Effect of aging and hypertension on myosin biochemistry and gene expression in the rat heart.
The mechanisms by which the aged heart adapts to a superimposed pressure load such as hypertension have not been described. We therefore investigated biochemical and molecular genetic adaptations in the 24-month-old rat heart subjected to renovascular hypertension. Compared with 4-month-old rats, aging was associated with a 68% increase in left ventricular mass without any change in heart weight-to-body weight ratio, a 33% reduction in calcium-activated myosin ATPase activity, and a shift from a V1 to a V3 predominant myosin heavy chain (MHC) isoform distribution. A 46% reduction in alpha-MHC mRNA and a reciprocal increase in beta-MHC mRNA was seen. When hypertension was superimposed, there was a further 75% increase in ventricular mass, a 63% increase in heart weight-to-body weight ratio, and a 19% reduction in myosin ATPase. Myosin isozyme distribution was further shifted to V3, and the ratio of alpha-MHC to beta-MHC mRNA was reduced. In addition, with hypertension a significant (greater than 50%) reduction in the mRNA level of the cardiac sarcoplasmic reticular calcium-activated ATPase was seen. These data demonstrate that the aged myocardium is able to respond to a superimposed pressure load with a molecular genetic and protein synthetic pattern of hypertrophy analogous to that seen in younger animals.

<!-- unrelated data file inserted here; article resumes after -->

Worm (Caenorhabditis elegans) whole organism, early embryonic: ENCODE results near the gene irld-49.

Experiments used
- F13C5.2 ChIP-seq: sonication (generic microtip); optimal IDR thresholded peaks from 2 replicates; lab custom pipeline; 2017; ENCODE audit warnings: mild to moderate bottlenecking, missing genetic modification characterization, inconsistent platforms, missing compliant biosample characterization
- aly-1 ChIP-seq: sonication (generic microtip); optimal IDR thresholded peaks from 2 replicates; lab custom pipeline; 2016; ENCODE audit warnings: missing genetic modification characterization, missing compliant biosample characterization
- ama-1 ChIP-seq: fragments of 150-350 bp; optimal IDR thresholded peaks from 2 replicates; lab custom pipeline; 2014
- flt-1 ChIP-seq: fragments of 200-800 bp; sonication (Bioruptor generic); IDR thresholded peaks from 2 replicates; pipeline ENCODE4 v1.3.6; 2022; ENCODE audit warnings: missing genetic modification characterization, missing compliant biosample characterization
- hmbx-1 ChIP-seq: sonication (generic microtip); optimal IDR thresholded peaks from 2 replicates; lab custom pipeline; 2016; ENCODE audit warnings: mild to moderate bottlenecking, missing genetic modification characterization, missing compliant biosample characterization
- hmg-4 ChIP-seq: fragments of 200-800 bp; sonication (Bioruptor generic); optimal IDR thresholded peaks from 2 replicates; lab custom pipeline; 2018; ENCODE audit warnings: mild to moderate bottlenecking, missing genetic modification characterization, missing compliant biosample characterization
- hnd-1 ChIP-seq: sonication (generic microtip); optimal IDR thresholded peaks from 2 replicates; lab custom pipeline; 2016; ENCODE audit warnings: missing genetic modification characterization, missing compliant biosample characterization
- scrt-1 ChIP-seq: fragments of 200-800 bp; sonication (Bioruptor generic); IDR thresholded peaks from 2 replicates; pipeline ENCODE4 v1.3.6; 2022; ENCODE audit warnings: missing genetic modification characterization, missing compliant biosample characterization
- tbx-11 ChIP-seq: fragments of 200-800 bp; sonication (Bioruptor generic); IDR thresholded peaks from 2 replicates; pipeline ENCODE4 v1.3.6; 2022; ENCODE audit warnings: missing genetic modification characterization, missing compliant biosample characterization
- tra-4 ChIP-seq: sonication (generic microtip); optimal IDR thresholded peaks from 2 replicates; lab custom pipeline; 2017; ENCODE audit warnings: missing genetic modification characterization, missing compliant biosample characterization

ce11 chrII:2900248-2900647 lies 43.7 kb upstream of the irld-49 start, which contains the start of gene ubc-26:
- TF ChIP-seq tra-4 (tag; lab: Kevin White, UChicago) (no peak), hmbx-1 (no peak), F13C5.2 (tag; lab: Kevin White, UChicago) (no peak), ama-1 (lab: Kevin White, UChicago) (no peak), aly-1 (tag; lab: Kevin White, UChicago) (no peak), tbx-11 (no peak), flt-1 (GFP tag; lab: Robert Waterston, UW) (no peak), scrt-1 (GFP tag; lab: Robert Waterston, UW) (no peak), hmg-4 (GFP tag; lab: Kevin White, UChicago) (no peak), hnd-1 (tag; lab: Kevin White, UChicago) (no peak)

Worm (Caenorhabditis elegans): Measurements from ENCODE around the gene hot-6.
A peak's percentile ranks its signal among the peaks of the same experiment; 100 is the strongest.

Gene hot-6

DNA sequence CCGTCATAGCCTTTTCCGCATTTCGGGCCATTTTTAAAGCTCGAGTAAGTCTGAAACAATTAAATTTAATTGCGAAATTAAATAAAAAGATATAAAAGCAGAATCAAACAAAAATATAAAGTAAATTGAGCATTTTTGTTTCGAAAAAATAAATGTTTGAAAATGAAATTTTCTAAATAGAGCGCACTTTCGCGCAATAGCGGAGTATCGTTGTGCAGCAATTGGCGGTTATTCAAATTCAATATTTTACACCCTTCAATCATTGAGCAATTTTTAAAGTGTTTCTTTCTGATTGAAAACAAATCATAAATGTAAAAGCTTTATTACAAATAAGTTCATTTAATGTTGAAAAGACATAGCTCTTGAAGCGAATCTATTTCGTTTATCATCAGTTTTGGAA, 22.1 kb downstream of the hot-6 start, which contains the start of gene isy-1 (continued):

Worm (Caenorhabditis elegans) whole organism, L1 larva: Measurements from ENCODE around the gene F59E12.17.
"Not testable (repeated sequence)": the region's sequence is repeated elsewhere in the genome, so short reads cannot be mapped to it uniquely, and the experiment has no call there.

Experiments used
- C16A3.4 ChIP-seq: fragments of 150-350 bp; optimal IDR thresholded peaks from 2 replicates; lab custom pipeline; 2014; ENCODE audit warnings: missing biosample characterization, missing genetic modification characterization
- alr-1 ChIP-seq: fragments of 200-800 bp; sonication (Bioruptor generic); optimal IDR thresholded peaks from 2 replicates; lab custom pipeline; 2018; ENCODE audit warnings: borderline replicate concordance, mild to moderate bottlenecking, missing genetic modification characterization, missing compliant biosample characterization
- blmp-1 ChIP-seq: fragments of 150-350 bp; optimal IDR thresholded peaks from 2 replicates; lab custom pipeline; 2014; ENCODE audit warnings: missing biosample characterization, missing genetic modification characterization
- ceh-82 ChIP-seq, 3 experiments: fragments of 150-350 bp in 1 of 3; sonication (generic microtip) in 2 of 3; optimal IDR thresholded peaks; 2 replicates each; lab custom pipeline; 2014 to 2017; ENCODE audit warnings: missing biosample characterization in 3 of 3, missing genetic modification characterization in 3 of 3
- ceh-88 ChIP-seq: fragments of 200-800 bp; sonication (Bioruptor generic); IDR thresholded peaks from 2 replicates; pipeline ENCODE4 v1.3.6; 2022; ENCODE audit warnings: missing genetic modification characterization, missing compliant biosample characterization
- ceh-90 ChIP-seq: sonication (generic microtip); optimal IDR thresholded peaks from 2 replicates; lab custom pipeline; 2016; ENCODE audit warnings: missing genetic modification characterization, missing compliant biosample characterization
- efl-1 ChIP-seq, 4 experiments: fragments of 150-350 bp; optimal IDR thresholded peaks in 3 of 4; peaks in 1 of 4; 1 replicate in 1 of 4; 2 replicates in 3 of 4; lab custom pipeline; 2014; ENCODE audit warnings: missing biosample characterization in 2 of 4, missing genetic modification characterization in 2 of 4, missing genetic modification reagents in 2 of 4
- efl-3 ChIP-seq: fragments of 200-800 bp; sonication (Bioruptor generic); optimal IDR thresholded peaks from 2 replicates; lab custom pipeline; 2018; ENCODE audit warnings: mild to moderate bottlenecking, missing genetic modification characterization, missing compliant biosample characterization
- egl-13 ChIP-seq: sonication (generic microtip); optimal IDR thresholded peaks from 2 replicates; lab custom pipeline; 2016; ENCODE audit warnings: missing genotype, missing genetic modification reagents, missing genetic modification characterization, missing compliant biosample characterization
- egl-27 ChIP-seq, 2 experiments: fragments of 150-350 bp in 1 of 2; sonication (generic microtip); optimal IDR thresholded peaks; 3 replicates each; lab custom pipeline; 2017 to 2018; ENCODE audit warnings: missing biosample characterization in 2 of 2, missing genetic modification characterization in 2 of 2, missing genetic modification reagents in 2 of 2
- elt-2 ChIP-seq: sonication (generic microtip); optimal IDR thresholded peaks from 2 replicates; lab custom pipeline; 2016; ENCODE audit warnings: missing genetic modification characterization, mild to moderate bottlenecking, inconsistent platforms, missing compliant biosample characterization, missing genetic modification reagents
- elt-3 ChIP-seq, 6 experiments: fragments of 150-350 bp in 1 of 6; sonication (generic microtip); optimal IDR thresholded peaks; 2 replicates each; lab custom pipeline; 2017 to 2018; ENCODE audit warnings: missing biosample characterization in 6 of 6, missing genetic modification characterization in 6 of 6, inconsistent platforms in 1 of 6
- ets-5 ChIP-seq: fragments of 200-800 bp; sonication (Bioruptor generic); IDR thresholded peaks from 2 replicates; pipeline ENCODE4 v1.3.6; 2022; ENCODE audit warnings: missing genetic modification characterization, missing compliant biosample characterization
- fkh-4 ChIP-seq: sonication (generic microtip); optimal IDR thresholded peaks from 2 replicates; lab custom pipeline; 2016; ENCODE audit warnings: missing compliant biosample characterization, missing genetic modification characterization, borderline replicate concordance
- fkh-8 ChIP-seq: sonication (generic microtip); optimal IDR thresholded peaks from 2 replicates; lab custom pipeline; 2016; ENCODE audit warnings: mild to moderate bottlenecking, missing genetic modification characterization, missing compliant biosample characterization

- Copyright © 1991 by American Heart Association